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Insights from an Open-Source Survey

Insights from an Open-Source Survey

A few weeks ago, we wrapped up a small survey on open-source software. The survey was focused on OSS and Node.js usage and turned up some results.

I’ve collected some of the most unexpected and most interesting data from the survey and, with the help of NodeSource team, pulled them into some pretty awesome charts to discuss the data and some of the ideas we can form from them.

People Have Been Using Node.js for a While!

One of the questions on the survey was about how long respondents have used Node.js. The response to our survey was a tad surprising and indicated that the majority of users had a good deal of experience in the Node.js ecosystem under their belt.

Insights from an Open-Source Survey

To me, there are two important parts of this graph. The first thing to note is that the most common answer is 3-4 years. This is incredible context, as it means we’re reaching the stage when there is a lot of solid, experienced Node.js talent out there.

As Node.js grows into new markets and the speed of growth accelerates even further, we’ve already got a good amount of core talent that’s experienced enough to train and help new developers grow into the language and make it their own.

The second, and more important, context that we can draw from this is a tad bit abstract. If you take a look at the metrics as under 3 years (< 1 year and 1 to 2 years) and 3+ years (3-4 years, 5-6 years, and 6+ years), you can see that over 50% of people who answered have been using Node.js not only for 3+ years in addition to almost the same amount (literally, within 1%) having used Node.js for under 3 years. This number entirely supports the growth curve that we’ve heard about in Node.js for quite some time now.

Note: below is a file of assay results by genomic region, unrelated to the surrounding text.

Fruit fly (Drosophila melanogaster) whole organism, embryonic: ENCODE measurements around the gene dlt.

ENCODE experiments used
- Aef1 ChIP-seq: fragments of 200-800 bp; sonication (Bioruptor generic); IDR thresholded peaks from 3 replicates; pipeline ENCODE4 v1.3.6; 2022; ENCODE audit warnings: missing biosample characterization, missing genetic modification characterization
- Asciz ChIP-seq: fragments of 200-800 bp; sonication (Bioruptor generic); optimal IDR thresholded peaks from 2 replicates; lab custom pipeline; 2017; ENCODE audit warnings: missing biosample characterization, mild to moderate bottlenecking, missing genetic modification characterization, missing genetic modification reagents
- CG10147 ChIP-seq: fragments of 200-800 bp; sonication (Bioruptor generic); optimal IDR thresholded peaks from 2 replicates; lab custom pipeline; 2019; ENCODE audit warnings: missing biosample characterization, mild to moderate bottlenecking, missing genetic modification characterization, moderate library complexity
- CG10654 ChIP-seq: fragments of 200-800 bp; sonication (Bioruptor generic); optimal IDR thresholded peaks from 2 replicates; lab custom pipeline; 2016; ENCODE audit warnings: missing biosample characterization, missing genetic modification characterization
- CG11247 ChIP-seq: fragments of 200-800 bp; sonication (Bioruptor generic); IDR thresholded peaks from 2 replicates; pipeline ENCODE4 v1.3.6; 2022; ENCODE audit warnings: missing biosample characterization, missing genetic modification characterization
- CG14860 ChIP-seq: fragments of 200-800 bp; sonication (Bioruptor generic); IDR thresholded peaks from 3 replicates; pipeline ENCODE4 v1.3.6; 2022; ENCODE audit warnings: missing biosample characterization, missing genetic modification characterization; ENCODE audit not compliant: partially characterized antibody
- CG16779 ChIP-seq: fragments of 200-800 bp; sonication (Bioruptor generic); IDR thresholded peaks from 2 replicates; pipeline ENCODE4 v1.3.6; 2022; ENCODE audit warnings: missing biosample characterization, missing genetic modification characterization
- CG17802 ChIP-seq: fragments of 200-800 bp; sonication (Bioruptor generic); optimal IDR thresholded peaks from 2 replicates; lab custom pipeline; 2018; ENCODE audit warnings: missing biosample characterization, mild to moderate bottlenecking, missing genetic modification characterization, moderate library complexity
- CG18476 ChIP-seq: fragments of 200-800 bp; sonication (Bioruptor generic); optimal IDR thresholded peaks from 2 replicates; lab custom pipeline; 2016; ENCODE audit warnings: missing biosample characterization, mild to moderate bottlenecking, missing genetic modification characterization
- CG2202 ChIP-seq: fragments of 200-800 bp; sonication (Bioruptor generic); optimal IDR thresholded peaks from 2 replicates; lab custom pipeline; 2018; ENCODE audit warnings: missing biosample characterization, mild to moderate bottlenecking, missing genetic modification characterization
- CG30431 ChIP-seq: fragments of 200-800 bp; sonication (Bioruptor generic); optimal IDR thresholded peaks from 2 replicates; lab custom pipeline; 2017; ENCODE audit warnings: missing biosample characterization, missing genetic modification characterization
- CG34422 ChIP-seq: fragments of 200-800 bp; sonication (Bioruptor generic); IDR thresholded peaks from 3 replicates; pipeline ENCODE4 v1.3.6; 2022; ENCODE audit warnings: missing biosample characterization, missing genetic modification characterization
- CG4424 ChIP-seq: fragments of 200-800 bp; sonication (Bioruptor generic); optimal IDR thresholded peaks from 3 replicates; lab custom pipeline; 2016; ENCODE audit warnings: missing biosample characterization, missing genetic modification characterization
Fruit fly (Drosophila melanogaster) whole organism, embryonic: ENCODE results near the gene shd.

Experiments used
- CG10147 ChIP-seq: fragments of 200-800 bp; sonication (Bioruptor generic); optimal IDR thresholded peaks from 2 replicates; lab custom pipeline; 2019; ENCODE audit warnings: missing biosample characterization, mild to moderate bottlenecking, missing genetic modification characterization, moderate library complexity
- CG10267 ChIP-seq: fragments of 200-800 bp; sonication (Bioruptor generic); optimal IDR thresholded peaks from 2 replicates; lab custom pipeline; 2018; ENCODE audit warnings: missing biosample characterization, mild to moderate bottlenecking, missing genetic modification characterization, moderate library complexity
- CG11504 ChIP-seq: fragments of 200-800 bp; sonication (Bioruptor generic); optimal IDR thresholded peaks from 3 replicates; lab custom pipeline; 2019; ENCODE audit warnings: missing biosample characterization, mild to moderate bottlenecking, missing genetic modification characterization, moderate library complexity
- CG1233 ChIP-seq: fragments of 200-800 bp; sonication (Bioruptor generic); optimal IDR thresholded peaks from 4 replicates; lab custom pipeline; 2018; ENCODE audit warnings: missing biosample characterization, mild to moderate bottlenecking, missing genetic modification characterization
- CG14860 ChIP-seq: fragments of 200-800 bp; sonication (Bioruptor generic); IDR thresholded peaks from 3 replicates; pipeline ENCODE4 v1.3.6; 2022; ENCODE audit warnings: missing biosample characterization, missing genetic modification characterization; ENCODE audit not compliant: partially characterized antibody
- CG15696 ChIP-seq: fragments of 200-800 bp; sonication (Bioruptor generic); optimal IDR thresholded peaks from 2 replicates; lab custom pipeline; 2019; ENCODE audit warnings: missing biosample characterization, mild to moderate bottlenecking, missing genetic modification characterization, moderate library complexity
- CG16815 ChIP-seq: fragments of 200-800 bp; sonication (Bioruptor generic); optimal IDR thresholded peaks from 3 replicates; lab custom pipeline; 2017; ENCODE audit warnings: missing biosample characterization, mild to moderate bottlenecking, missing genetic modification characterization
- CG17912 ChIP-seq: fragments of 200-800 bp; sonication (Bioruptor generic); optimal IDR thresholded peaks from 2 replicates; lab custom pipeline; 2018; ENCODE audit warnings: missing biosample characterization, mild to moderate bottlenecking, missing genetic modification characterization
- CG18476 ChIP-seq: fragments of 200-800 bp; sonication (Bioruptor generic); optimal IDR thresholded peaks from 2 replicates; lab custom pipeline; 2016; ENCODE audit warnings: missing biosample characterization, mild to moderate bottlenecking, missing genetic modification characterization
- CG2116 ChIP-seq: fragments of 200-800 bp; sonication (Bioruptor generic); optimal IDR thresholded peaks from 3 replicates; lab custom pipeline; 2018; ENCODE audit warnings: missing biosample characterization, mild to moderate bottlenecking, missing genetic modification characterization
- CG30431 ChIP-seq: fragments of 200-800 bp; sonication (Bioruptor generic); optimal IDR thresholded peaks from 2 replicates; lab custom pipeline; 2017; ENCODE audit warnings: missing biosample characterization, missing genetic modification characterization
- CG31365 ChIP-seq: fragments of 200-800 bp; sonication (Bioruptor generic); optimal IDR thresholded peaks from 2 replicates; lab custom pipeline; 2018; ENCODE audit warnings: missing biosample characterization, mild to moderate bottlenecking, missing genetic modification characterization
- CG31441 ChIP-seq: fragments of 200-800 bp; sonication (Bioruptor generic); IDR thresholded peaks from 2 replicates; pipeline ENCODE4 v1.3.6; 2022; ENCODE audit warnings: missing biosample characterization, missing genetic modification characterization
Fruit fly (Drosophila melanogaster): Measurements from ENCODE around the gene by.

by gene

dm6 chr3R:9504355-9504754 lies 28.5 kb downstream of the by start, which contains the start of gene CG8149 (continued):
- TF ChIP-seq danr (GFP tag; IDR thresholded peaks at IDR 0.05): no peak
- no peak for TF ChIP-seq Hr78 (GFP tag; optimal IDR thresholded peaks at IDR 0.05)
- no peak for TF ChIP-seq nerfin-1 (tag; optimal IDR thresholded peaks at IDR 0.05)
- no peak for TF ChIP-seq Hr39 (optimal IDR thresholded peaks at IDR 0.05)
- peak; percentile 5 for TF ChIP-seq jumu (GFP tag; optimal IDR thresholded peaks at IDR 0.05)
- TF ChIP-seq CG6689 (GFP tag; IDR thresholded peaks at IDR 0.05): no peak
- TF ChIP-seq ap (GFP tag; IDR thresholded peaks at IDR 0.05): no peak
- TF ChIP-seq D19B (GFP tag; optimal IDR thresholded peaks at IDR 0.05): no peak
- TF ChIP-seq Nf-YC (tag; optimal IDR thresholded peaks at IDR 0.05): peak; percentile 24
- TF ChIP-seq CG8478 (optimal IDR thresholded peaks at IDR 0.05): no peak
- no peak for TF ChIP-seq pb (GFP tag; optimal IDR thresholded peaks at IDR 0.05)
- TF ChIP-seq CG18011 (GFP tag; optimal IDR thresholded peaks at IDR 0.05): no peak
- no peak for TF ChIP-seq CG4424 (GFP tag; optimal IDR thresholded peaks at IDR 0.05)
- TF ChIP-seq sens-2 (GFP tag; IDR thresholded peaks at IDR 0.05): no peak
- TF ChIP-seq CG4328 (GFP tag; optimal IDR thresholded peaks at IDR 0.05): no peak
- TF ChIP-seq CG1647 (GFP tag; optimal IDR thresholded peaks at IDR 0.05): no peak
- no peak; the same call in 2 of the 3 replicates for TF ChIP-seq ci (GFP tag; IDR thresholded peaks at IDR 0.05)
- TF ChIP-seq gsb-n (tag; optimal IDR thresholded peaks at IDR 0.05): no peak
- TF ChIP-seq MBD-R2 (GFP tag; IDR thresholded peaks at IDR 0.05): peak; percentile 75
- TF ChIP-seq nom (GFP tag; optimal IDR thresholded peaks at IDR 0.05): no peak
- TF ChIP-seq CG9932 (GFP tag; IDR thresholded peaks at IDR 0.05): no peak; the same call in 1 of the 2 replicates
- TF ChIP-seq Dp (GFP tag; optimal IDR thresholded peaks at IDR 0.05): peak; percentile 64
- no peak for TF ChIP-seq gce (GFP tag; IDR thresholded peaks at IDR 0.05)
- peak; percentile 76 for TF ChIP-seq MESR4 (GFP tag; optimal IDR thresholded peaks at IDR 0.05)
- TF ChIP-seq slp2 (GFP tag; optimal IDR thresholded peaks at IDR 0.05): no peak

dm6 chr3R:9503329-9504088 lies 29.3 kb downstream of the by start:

Predictions for Open-Source Projects that are In-demand

A later question in the survey was about which technologies the respondents thought would be most in-demand for hiring. I decided to include this one because it shows an interesting correlation between perceptions around Docker and Node.js.

Insights from an Open-Source Survey

While not surprising that the graph has a majority for Node.js given our audience, there are some other factors here that caught my eye. One interesting part of this chart is that is that Docker was deemed the second highest in-demand tech, with nearly double the next closest. While the two technologies go hand-in-hand, it is interesting that none of the others were deemed to be nearly as important by the respondents.

The other is that those other four technologies are all hovering around the at the same percentage- meaning that the respondents, as a sample, weighted these technologies equally to each other. Combining that with the way that both Node.js and Docker are extreme outliers is an interesting correlation, and something I’m not quite sure how to interpre.

Open-Source is Perfect for Both Personal and Work Projects

A question on the survey asked about where people use open-source. The resulting answer was personally pretty astonishing:

Insights from an Open-Source Survey
From the answers submitted, almost 90% answered that they use open-source for a personal project and they use it for work projects. This correlation, like the Node.js correlation with Docker, is pretty amazing. It means that OSS has moved from purely side projects and spare time work into something much greater – OSS is being adopted and cared about at work, for work. That’s a huge win for those of us who contribute and help maintain OSS projects.

Another interesting note here is the number of respondents who said they use OSS for academic work. I am a member of this group, having used and incorporated Node.js, Gulp, and some workflow tools to help improve my academic work in college in addition to actually having OSS projects like TiddlyWiki as a core part of class curriculum. It’s interesting to see this number as high as it is, and I’m curious to continue digging to try and discover more about the use of open-source in academic settings.

One More Thing…

If you’re interested in more statistics and numbers surrounding Node.js, you’ll want to check out our Node by Numbers infographic for the entirety of 2016 – there are some truly amazing numbers in there.

Further, if you’re new to OSS and Node.js and looking for some hands-on Node.js experiences for your team, we can probably help you out with an Arch Eval or a Node.js Training.

Otherwise, if you’d like to be kept in the loop with the latest news and announcements about Node.js, check out @NodeSource on Twitter. We’ll keep you up to date with both the core project and the broader community.